Call it punk, call it post-hardcore, call it (gulp) emocore -- whatever the name, Dischord's recent unearthing of early demos by the legendary Rites of Spring serves as an essential piece of punk history.
For one summer, in 1985, the District of Columbia declared itself the epicenter of the new punk rock, a flashpoint still roiling with the energy of its peerless hardcore scene but possessed of a restless desire to push beyond the now-familiar formulas of that genre into something unexpected and utterly vital. Rites of Spring, for many, was the embodiment of that “Revolution Summer,” a band with a preciously small output -- until now, only one LP, 1985’s End on End, and one 7”, 1986’s All Through a Life -- and, at a mere 15 shows, an enigmatic live presence, though one that became legendary in reputation and rippled outward with enough energy to help shake away the disillusionment felt by punks in the nation’s capital once hardcore saw itself co-opted by violent thugs and paint-by-numbers imitators. By the time the band called it quits in late 1986, not even two years after it formed, its influential work had been done. Singer/guitarist Guy Picciotto and drummer Brendan Canty went on to play in the last great punk band, Fugazi, and Rites of Spring’s chapter in punk history seemed finished.
But now, Dischord Records has unearthed six demo cuts of songs that appeared on the band’s only full-length, End on End, and the venerable label has released the tracks on a disc titled, in typically laconic Dischord fashion, Six Song Demo. To some people, this discovery is akin to dusting off the full schematics for the Hanging Gardens of Babylon or lounging on the shore of Loch Ness while a prehistoric creature crawls from the water and shakes itself dry for its photo-op. In other words, shit is exciting.
Of course, this isn’t new Rites of Spring material in the purest sense of the word, as we’ve heard these songs re-recorded for the LP. Still, it’s a glimpse into the development of an essential band, and its impact benefits from the surprise of being able to listen at all. From the start, it has to be said Rites of Spring managed to improve upon every one of these six tracks in the time it recorded these demos and the time it revised them for End on End. That, in itself, is remarkable -- for a band whose reputation rests so firmly on its uncontainable energy, it’s fascinating to see evidence Rites of Spring functioned as any professional act does, honing its craft and sharpening its edges over time. Picciotto’s voice, especially, sounds both fuller and rougher on End on End, his performance on that LP one of the greats in recent rock history. Listening to each demo followed immediately by its final LP cut, if nothing else, cements the notion End on End managed to capture a band operating for a moment at the full peak of its estimable powers, something like a lightning bolt pressed into wax.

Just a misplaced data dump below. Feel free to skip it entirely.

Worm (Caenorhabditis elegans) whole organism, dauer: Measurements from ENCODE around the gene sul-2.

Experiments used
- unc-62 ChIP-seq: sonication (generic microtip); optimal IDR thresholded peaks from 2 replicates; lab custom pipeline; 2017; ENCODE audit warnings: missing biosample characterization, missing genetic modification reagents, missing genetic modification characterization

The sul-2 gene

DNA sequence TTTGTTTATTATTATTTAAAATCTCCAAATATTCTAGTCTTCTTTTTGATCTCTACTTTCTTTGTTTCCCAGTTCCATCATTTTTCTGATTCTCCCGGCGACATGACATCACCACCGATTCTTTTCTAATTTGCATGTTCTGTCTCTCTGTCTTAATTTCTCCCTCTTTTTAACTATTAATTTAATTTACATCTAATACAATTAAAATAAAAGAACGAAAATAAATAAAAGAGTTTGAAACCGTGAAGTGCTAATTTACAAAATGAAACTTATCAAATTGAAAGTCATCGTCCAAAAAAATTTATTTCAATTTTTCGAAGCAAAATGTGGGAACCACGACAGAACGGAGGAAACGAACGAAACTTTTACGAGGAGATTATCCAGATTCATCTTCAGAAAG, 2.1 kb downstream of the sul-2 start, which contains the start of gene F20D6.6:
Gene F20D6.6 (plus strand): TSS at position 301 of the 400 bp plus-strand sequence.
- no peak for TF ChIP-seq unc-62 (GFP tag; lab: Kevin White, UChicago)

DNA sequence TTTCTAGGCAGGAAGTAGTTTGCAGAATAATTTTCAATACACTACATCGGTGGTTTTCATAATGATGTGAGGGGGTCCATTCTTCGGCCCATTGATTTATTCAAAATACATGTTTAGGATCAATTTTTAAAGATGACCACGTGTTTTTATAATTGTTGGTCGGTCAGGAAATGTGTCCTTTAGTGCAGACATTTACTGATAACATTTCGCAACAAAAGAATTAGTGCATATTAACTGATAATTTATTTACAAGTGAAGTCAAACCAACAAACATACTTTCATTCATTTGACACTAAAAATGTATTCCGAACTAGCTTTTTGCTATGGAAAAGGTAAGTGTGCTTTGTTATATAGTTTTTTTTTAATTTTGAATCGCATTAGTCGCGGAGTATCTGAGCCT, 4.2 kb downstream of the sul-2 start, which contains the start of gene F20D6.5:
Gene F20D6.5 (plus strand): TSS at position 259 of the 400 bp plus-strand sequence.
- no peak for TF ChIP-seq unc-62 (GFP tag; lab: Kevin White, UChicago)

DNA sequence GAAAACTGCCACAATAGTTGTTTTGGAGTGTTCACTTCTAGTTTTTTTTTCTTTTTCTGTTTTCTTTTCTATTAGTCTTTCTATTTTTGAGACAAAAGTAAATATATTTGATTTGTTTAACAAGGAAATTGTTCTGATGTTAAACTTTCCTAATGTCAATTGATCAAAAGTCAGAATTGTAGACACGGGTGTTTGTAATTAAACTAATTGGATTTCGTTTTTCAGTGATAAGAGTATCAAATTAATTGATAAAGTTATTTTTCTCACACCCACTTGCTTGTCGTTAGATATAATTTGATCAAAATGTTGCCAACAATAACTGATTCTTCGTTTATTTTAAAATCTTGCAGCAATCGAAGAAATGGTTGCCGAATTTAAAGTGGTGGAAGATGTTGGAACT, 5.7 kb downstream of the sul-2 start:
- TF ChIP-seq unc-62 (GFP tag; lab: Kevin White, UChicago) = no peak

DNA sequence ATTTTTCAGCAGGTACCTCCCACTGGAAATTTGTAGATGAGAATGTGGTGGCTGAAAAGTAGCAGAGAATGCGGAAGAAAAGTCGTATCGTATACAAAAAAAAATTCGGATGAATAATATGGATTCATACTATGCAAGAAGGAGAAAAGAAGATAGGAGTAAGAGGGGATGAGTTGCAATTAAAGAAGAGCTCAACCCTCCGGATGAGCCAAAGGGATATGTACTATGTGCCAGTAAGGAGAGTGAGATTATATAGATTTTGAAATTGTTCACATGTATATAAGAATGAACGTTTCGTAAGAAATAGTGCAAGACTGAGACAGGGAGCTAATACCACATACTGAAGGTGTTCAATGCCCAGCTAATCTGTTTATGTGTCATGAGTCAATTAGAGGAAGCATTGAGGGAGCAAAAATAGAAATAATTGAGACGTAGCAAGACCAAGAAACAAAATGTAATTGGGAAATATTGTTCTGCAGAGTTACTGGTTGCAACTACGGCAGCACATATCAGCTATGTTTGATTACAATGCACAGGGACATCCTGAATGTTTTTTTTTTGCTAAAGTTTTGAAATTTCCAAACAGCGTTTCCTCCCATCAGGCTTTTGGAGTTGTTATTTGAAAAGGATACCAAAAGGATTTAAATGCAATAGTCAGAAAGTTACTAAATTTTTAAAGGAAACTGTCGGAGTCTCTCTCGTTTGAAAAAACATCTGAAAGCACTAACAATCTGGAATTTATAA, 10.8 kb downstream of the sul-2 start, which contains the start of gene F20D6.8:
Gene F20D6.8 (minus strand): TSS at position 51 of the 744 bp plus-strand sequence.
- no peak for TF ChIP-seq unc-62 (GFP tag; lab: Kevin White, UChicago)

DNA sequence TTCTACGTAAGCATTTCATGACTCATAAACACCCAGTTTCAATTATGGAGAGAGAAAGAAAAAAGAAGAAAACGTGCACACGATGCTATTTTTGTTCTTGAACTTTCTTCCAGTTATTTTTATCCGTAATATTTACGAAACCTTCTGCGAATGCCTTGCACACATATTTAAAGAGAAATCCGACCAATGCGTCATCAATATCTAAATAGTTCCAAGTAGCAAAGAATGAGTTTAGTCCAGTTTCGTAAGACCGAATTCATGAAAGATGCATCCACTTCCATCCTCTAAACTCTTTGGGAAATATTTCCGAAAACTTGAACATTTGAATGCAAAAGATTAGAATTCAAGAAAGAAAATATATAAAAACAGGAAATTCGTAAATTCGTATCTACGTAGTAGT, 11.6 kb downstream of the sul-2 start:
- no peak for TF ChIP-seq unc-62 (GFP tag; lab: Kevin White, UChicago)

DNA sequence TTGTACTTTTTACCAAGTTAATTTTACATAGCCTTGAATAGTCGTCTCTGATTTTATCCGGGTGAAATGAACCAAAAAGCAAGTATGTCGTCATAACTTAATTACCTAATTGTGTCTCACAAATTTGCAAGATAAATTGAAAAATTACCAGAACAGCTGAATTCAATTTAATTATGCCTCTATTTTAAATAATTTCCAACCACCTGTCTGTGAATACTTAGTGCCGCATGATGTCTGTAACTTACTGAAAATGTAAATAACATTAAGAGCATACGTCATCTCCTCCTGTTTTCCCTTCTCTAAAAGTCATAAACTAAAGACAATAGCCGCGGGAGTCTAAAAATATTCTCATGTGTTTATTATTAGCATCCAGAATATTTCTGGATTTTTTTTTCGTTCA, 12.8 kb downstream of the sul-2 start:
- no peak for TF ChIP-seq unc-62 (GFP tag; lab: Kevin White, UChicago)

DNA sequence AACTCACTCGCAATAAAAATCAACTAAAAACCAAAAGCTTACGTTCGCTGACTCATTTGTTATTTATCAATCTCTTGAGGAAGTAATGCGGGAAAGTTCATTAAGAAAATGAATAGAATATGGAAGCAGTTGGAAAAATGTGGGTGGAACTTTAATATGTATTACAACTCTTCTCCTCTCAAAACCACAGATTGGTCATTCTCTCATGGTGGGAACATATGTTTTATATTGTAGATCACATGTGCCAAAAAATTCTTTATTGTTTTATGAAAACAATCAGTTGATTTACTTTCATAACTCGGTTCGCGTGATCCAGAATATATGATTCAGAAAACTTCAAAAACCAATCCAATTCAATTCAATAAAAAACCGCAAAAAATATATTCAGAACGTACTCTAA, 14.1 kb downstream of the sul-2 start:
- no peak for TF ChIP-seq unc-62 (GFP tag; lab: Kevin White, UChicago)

Except for “End on End,” which the band would later stretch into a frantic seven-minute anthem, the demos’ differences here are largely aesthetic rather than structural when compared to their final versions. “Persistent Vision” misses the tape loops and backwards vocals that flavor its final version’s bridge, sonic elements that at the time sounded as shocking, to the punk palate, as a wooly mammoth popping up in a Turner landscape. In fact, Six Song Demo proves as interesting for what it doesn’t include as much as for what it does; much of the band’s more experimental, boundary-stretching material isn’t here -- the shifting dynamics of “Drink Deep,” the pop-laden guitar heroics and personal poetry of “For Want Of.” That suggests Rites of Spring moved rather quickly from the chug-chug blueprint of hardcore into exploring its own much richer, more eclectic vision.
Ultimately, like most reissues of early cuts and demos, Six Song Demo pleases more effectively as a historical document than as a stand-alone disc. But when dealing with a band as unique as Rites of Spring, history can seem as vibrant and full of life as the present, if not more so. These songs are an essential piece of punk history, but that shouldn’t dissuade you from experiencing Six Song Demo as a living, breathing work of art on its own terms.